TITLE: Island in a Storm: A Rising Sea, A Vanishing Coast and a Nineteenth Century Disaster That Warns of a Warmer World
SPEAKER: Abby Sallenger
EVENT DATE: 2010/03/16
RUNNING TIME: 55 minutes
In the mid-19th century, the Isle Derniere was emerging as an exclusive summer resort near the coast of the Gulf of Mexico. About 100 miles from New Orleans, it attracted the most prominent members of antebellum Louisiana society. Without warning, on Aug. 10, 1856, a ferocious hurricane swept across the island, killing half of its 400 inhabitants. Sallenger traces the link between the environmental deaths across the Mississippi delta and the human deaths that occurred when the storm swept ashore. The result is a fascinating portrait of a coast in perpetual motion and a rising sea that made the Isle Derniere particularly vulnerable to a great hurricane. According to Sallenger, "In the end this is the story of an island dying. And it is a story that is not over. Between the 1890s and 1988, the Isle Derniere retreated landward about two-thirds of a mile while losing three-quarters of its surface area. At its heart lies the image of a warmer world - and of what our children and grandchildren may endure from future hurricanes coming ashore on rapidly rising seas."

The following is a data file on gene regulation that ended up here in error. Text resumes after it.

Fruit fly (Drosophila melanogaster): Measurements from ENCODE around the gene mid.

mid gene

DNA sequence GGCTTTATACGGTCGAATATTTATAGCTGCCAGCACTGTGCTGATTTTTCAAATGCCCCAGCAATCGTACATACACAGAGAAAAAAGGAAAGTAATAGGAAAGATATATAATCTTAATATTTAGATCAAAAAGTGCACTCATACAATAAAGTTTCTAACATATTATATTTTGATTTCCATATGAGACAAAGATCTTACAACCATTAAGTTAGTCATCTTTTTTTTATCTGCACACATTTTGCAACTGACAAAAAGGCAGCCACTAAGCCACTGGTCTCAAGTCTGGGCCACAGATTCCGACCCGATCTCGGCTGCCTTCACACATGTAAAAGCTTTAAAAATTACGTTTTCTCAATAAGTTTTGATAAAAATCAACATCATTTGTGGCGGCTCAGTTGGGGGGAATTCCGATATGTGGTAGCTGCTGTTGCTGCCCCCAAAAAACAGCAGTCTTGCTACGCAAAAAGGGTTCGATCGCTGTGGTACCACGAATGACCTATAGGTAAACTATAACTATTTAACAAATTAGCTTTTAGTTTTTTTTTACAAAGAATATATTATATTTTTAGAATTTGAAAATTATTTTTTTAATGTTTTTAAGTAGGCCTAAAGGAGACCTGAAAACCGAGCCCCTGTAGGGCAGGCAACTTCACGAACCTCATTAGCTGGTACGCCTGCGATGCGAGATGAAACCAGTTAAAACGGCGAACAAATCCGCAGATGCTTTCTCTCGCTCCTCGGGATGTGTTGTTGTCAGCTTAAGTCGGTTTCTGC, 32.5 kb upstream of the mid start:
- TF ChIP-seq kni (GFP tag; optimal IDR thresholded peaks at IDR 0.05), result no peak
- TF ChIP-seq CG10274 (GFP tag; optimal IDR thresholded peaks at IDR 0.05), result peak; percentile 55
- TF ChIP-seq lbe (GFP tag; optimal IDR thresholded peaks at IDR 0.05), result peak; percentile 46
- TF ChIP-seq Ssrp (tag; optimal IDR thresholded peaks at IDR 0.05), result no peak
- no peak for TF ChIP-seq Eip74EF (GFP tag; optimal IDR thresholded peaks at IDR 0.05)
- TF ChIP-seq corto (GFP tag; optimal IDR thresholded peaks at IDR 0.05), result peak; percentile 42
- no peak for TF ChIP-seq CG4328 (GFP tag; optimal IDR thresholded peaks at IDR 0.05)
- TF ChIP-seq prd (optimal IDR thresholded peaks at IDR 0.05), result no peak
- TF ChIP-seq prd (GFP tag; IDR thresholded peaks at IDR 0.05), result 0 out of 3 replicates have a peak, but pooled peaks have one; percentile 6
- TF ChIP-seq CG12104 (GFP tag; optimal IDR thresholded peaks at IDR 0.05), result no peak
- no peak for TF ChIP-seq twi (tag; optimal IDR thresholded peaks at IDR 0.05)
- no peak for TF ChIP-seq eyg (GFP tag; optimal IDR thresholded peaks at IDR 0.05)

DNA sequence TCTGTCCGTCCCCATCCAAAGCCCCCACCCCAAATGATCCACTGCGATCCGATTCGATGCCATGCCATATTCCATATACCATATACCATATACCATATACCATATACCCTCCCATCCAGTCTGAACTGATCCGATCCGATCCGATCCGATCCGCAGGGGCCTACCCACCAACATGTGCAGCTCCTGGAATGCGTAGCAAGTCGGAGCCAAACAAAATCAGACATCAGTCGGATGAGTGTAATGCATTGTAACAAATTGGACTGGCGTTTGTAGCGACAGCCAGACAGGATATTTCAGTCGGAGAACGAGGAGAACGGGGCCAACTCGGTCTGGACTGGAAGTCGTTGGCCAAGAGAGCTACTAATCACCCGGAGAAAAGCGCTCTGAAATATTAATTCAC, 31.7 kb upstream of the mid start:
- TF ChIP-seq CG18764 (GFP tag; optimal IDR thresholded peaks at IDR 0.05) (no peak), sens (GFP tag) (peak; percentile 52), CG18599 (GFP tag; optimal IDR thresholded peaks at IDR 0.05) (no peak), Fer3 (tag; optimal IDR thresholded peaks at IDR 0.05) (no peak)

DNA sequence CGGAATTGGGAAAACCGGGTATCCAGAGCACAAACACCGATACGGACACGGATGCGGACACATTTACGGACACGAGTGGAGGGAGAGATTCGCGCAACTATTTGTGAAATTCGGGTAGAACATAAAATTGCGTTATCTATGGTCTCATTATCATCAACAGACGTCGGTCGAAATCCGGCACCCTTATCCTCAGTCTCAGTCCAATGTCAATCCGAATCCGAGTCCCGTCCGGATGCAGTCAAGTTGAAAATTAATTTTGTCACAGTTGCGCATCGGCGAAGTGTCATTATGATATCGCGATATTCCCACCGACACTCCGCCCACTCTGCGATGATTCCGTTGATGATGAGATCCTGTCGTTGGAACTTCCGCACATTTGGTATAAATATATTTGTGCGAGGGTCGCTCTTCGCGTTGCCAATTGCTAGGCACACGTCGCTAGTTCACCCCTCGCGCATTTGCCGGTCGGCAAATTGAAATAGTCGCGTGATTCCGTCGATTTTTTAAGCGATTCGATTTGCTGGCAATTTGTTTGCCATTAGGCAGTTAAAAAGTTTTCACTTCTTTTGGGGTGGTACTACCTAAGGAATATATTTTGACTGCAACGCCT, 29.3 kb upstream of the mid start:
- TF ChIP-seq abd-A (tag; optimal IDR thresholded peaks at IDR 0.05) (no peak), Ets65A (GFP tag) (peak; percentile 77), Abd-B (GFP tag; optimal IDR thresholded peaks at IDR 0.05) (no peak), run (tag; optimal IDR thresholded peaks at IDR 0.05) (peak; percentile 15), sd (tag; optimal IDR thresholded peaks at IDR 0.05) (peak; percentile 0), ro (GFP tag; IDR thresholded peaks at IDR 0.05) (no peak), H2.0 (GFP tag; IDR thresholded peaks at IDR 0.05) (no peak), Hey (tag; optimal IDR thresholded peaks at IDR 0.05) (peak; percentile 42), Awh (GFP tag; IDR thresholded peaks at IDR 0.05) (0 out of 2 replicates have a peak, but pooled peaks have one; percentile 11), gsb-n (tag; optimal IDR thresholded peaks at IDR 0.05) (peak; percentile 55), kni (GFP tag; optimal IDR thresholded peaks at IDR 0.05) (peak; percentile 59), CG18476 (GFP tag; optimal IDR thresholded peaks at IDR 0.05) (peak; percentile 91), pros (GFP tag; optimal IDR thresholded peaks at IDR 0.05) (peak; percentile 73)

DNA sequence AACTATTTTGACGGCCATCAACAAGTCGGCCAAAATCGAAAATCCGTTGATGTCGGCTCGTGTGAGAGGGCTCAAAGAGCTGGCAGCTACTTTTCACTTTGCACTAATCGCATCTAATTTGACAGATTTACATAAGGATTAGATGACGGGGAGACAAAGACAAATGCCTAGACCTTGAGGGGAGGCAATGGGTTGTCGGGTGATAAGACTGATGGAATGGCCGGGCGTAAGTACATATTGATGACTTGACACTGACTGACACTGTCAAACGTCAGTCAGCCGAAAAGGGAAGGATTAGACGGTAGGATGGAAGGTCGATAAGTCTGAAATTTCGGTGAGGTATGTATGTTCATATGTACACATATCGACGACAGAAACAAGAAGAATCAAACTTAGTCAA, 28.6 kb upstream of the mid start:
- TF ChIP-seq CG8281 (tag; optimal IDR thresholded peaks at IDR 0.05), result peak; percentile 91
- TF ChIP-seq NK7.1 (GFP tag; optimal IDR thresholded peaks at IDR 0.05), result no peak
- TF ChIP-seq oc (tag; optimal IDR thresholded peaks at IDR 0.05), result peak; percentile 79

Speaker Biography: Abby (Asbury) Sallenger is an oceanographer who received his B.A. in geology and Ph.D. in marine science from the University of Virginia. He is the former chief scientist of the U.S. Geological Survey's Center for Coastal Geology and currently leads the USGS storm impact research group, investigating how the coast changes during extreme storms.
SERIES: Books & Beyond